You can extend the life of your new hearing aid with proper care and maintenance. Follow these care tips:
-Moisture and heat can damage the device, keep it away from them.
-Ear drainage and earwax can damage the device. Keep the aid clean by following the directions provided to the letter.
-When wearing hearing aids, don't use hair care products, such as hairspray among others.
-When not in use, turn the hearing aid off.
-Dead batteries should be swapped out with new ones as soon as possible.
-Tiny aids and replacement batteries should be kept away from pets and kids.
Can I Find Hearing Aid Implants?
Even though hearing aid implants help enhance sound wave transmission in the inner ear by design, their operation differs from those discussed above. For instance there’s a tiny device that is designed to be implanted on one of the bones in the middle ear referred to as a MEI (Middle Ear Implant). The device vibrates the bones directly instead of amplifying the sound waves moving towards the eardrum. To help persons suffering from sensorineural hearing loss to detect sound, both approaches basically strengthen the sound waves making their way into the inner ear.
Another option comes in the form of a tiny device implanted onto the bone behind the inner ear, referred to as a BAHA (Bone Anchored Hearing Aid). The device by passes the middle ear altogether, using the skull to transmit sound waves to the inner ear directly. People who suffer from deafness in one ear or middle ear issues are usually advised to use BAHA devices. However, a huge number of specialists feel that the risks outweigh the benefits of using these devices as both require surgical implantation.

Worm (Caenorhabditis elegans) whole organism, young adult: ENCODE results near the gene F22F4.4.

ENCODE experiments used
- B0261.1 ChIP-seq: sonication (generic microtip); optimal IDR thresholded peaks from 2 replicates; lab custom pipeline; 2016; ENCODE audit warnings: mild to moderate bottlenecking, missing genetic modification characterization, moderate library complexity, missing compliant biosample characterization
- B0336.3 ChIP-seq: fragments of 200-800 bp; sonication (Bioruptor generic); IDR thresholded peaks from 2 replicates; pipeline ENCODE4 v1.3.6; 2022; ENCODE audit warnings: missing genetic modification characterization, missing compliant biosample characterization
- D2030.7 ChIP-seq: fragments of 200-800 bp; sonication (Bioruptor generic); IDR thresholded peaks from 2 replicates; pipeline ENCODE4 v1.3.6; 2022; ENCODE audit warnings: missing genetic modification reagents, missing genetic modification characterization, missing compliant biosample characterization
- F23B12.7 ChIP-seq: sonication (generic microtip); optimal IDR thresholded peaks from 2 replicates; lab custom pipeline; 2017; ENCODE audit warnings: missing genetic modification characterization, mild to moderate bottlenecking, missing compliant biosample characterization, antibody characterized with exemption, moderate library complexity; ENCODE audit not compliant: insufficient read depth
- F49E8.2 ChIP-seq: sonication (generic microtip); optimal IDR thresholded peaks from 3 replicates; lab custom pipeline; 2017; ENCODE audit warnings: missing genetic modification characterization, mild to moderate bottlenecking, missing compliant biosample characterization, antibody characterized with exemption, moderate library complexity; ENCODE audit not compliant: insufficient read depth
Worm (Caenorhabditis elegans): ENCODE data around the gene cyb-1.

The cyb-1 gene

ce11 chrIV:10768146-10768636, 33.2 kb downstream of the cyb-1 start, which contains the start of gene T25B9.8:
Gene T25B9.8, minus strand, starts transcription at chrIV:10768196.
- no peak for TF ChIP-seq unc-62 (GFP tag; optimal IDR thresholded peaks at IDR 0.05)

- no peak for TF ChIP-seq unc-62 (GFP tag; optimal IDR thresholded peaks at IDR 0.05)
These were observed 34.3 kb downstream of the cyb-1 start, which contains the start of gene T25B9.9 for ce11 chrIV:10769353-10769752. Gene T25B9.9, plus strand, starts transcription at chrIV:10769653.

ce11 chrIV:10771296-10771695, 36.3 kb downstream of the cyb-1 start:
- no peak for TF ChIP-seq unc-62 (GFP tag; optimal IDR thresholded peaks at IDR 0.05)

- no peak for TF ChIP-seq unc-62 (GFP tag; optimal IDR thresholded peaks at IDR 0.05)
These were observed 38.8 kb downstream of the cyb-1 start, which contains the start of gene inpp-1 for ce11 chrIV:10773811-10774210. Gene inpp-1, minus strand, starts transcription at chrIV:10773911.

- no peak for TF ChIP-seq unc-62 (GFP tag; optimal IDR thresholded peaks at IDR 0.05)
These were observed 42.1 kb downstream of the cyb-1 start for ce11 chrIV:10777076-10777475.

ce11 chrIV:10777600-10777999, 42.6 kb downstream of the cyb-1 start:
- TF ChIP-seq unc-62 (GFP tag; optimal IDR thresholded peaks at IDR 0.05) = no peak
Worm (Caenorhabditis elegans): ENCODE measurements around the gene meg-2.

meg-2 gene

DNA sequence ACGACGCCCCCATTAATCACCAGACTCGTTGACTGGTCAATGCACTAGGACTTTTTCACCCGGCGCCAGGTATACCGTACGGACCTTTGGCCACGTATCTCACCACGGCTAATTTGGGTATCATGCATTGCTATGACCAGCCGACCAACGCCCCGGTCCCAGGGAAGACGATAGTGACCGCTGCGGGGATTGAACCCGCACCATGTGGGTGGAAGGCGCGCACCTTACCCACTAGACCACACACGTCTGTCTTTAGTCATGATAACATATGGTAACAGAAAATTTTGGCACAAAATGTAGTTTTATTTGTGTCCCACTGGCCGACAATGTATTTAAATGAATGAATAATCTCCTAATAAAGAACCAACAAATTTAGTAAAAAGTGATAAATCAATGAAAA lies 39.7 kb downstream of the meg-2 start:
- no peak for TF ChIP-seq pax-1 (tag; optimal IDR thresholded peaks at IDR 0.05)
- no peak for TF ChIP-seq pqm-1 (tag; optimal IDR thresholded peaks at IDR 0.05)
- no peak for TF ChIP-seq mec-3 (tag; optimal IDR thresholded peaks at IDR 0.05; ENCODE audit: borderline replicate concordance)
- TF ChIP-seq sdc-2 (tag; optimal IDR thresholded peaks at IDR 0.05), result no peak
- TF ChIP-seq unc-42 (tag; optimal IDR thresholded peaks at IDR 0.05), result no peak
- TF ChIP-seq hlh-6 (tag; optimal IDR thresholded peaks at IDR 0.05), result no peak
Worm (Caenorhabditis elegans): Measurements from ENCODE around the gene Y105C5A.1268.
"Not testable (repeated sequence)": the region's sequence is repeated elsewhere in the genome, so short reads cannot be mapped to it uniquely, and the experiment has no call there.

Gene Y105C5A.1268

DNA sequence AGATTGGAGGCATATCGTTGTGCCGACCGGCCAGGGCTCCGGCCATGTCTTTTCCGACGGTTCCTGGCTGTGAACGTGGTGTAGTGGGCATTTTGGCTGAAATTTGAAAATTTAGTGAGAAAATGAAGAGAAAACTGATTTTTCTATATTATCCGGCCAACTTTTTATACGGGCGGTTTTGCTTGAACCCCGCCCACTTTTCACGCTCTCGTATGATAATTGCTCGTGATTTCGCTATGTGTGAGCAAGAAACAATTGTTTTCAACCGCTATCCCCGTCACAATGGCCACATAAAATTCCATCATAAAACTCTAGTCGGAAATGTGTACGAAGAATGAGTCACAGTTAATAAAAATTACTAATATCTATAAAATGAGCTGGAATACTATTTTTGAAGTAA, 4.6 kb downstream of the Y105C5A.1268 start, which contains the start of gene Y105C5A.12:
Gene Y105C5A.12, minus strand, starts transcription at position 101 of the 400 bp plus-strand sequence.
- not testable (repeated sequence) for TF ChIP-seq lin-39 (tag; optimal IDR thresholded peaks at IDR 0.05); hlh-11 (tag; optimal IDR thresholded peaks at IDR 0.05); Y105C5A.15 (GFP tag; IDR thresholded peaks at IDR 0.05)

Meeting the cost of hearing aids through financial assistance
Although some insurers cover the cost of getting hearing aids, most don’t. Under the EPSDT (Early and Periodic Screening, Diagnostic and Treatment) service, young adults (age 21 and below) and eligible children qualify for financing for treatment, including the cost of hearing aids, and diagnosis of hearing issues through Medicaid. The State Children’s Health Insurance Program or individual state’s intervention program may meet these costs for kids.
Diagnostic evaluations prescribed by a doctor to help them come up with a plan for treating an adult may be covered by Medicare even though hearing aids are not covered. Where other coverage requirements have been satisfied, Medicare will meet the cost of a BAHA device, since it is categorized as a prosthetic, instead of a hearing aid, under Medicare.
Refurbished or used hearing aids are offered by some non-profit organizations, while others offer financial assistance towards the acquisition of the aids. To learn more about any non-profit organizations providing financial help towards the acquisition of hearing aids reach out to the NIDCD (National Institute on Deafness and Other Communication Disorders) information clearinghouse.
Ongoing Hearing Aid Studies
Studies on how to integrate emerging signal processing techniques in the design of hearing aids are ongoing. To match the diminished hearing capacity of individuals using hearing aids, signal processing facilitates the amplification of sound through the modification of normal sound waves. To help improve understanding, researches funded by the NIDCD are looking into ways of enhancing speech signals using hearing aids.